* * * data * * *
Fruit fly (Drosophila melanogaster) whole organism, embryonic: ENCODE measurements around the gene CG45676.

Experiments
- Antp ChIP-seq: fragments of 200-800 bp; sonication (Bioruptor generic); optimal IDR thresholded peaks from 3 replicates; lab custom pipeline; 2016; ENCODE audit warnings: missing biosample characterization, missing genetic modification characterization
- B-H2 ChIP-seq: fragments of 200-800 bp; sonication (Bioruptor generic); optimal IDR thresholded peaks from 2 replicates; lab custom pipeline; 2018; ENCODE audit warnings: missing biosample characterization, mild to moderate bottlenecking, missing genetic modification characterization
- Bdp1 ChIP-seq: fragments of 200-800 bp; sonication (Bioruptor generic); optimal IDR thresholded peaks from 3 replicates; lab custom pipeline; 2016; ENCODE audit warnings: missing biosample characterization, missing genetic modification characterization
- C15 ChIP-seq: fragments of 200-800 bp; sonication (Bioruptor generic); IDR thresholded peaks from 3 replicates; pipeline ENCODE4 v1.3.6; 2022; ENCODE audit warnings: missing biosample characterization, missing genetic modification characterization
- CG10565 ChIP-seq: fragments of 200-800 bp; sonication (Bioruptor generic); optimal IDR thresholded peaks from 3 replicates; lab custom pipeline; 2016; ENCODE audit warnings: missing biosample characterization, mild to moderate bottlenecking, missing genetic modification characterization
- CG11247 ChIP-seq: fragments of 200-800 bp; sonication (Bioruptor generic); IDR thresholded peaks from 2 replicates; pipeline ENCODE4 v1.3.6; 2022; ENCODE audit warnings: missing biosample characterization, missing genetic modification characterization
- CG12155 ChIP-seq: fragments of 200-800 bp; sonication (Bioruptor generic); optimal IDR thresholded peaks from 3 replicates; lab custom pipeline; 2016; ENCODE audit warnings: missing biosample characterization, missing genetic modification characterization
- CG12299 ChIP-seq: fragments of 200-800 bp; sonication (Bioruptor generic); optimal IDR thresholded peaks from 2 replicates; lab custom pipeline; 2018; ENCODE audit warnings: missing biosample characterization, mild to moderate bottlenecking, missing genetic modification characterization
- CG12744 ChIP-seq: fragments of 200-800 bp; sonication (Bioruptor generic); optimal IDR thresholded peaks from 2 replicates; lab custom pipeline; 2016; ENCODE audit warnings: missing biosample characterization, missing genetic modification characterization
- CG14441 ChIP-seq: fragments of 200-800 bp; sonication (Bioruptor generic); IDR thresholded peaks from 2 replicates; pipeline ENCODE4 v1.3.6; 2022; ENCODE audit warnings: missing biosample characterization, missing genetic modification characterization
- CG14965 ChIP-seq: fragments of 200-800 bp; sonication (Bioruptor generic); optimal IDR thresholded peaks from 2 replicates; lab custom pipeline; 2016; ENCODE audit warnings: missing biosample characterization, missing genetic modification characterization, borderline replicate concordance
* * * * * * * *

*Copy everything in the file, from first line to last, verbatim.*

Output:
Fruit fly (Drosophila melanogaster) whole organism, embryonic: ENCODE measurements around the gene CG45676.

Experiments
- Antp ChIP-seq: fragments of 200-800 bp; sonication (Bioruptor generic); optimal IDR thresholded peaks from 3 replicates; lab custom pipeline; 2016; ENCODE audit warnings: missing biosample characterization, missing genetic modification characterization
- B-H2 ChIP-seq: fragments of 200-800 bp; sonication (Bioruptor generic); optimal IDR thresholded peaks from 2 replicates; lab custom pipeline; 2018; ENCODE audit warnings: missing biosample characterization, mild to moderate bottlenecking, missing genetic modification characterization
- Bdp1 ChIP-seq: fragments of 200-800 bp; sonication (Bioruptor generic); optimal IDR thresholded peaks from 3 replicates; lab custom pipeline; 2016; ENCODE audit warnings: missing biosample characterization, missing genetic modification characterization
- C15 ChIP-seq: fragments of 200-800 bp; sonication (Bioruptor generic); IDR thresholded peaks from 3 replicates; pipeline ENCODE4 v1.3.6; 2022; ENCODE audit warnings: missing biosample characterization, missing genetic modification characterization
- CG10565 ChIP-seq: fragments of 200-800 bp; sonication (Bioruptor generic); optimal IDR thresholded peaks from 3 replicates; lab custom pipeline; 2016; ENCODE audit warnings: missing biosample characterization, mild to moderate bottlenecking, missing genetic modification characterization
- CG11247 ChIP-seq: fragments of 200-800 bp; sonication (Bioruptor generic); IDR thresholded peaks from 2 replicates; pipeline ENCODE4 v1.3.6; 2022; ENCODE audit warnings: missing biosample characterization, missing genetic modification characterization
- CG12155 ChIP-seq: fragments of 200-800 bp; sonication (Bioruptor generic); optimal IDR thresholded peaks from 3 replicates; lab custom pipeline; 2016; ENCODE audit warnings: missing biosample characterization, missing genetic modification characterization
- CG12299 ChIP-seq: fragments of 200-800 bp; sonication (Bioruptor generic); optimal IDR thresholded peaks from 2 replicates; lab custom pipeline; 2018; ENCODE audit warnings: missing biosample characterization, mild to moderate bottlenecking, missing genetic modification characterization
- CG12744 ChIP-seq: fragments of 200-800 bp; sonication (Bioruptor generic); optimal IDR thresholded peaks from 2 replicates; lab custom pipeline; 2016; ENCODE audit warnings: missing biosample characterization, missing genetic modification characterization
- CG14441 ChIP-seq: fragments of 200-800 bp; sonication (Bioruptor generic); IDR thresholded peaks from 2 replicates; pipeline ENCODE4 v1.3.6; 2022; ENCODE audit warnings: missing biosample characterization, missing genetic modification characterization
- CG14965 ChIP-seq: fragments of 200-800 bp; sonication (Bioruptor generic); optimal IDR thresholded peaks from 2 replicates; lab custom pipeline; 2016; ENCODE audit warnings: missing biosample characterization, missing genetic modification characterization, borderline replicate concordance